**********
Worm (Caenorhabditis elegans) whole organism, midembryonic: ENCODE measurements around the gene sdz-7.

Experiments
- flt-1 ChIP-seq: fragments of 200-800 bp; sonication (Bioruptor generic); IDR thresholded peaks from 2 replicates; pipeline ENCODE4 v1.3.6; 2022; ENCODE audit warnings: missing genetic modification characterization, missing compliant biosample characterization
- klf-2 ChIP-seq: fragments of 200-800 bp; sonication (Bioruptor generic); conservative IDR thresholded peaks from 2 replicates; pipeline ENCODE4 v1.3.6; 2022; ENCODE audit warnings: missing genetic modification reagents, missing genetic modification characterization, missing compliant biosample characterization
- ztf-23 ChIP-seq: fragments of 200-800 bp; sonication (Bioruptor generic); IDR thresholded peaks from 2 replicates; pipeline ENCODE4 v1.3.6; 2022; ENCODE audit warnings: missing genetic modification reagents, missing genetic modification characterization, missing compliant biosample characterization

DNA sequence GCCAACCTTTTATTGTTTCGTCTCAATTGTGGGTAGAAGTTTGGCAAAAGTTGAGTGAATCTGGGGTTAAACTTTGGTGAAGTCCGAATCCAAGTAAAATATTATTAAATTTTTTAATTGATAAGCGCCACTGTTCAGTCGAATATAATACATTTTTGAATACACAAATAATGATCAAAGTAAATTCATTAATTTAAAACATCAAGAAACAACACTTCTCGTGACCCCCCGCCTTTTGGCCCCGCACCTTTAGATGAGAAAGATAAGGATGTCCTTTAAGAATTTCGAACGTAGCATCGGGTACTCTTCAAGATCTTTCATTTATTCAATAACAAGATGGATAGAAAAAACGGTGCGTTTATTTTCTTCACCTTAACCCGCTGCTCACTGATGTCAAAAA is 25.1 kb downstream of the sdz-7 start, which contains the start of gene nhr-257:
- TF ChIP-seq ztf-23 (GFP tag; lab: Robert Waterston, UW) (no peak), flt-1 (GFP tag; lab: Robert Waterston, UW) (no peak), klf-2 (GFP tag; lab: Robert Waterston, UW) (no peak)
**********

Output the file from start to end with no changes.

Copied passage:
Worm (Caenorhabditis elegans) whole organism, midembryonic: ENCODE measurements around the gene sdz-7.

Experiments
- flt-1 ChIP-seq: fragments of 200-800 bp; sonication (Bioruptor generic); IDR thresholded peaks from 2 replicates; pipeline ENCODE4 v1.3.6; 2022; ENCODE audit warnings: missing genetic modification characterization, missing compliant biosample characterization
- klf-2 ChIP-seq: fragments of 200-800 bp; sonication (Bioruptor generic); conservative IDR thresholded peaks from 2 replicates; pipeline ENCODE4 v1.3.6; 2022; ENCODE audit warnings: missing genetic modification reagents, missing genetic modification characterization, missing compliant biosample characterization
- ztf-23 ChIP-seq: fragments of 200-800 bp; sonication (Bioruptor generic); IDR thresholded peaks from 2 replicates; pipeline ENCODE4 v1.3.6; 2022; ENCODE audit warnings: missing genetic modification reagents, missing genetic modification characterization, missing compliant biosample characterization

DNA sequence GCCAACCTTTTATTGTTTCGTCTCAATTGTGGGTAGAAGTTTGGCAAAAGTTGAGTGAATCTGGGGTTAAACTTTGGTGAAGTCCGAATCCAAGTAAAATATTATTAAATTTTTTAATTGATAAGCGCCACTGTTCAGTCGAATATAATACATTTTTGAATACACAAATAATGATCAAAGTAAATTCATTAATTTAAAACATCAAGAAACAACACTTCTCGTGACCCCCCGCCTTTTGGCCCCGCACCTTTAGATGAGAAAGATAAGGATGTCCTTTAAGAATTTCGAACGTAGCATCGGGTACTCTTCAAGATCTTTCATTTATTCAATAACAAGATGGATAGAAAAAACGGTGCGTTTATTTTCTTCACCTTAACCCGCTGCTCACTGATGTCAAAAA is 25.1 kb downstream of the sdz-7 start, which contains the start of gene nhr-257:
- TF ChIP-seq ztf-23 (GFP tag; lab: Robert Waterston, UW) (no peak), flt-1 (GFP tag; lab: Robert Waterston, UW) (no peak), klf-2 (GFP tag; lab: Robert Waterston, UW) (no peak)